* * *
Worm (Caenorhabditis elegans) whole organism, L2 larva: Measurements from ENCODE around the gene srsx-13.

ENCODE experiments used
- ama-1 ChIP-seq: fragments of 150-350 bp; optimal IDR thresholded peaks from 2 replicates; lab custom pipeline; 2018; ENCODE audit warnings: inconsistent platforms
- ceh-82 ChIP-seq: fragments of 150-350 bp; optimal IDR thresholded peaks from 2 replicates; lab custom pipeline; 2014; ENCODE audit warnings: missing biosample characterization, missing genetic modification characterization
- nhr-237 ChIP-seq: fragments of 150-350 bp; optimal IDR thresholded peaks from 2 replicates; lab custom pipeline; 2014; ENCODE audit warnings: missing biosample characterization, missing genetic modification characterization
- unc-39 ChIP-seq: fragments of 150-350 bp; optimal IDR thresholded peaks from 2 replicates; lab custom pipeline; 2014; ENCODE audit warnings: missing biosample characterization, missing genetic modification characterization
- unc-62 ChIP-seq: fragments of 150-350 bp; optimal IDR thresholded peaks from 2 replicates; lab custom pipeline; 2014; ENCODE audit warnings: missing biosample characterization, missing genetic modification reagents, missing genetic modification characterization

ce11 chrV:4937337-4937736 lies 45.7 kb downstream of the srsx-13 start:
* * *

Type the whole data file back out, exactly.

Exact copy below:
Worm (Caenorhabditis elegans) whole organism, L2 larva: Measurements from ENCODE around the gene srsx-13.

ENCODE experiments used
- ama-1 ChIP-seq: fragments of 150-350 bp; optimal IDR thresholded peaks from 2 replicates; lab custom pipeline; 2018; ENCODE audit warnings: inconsistent platforms
- ceh-82 ChIP-seq: fragments of 150-350 bp; optimal IDR thresholded peaks from 2 replicates; lab custom pipeline; 2014; ENCODE audit warnings: missing biosample characterization, missing genetic modification characterization
- nhr-237 ChIP-seq: fragments of 150-350 bp; optimal IDR thresholded peaks from 2 replicates; lab custom pipeline; 2014; ENCODE audit warnings: missing biosample characterization, missing genetic modification characterization
- unc-39 ChIP-seq: fragments of 150-350 bp; optimal IDR thresholded peaks from 2 replicates; lab custom pipeline; 2014; ENCODE audit warnings: missing biosample characterization, missing genetic modification characterization
- unc-62 ChIP-seq: fragments of 150-350 bp; optimal IDR thresholded peaks from 2 replicates; lab custom pipeline; 2014; ENCODE audit warnings: missing biosample characterization, missing genetic modification reagents, missing genetic modification characterization

ce11 chrV:4937337-4937736 lies 45.7 kb downstream of the srsx-13 start: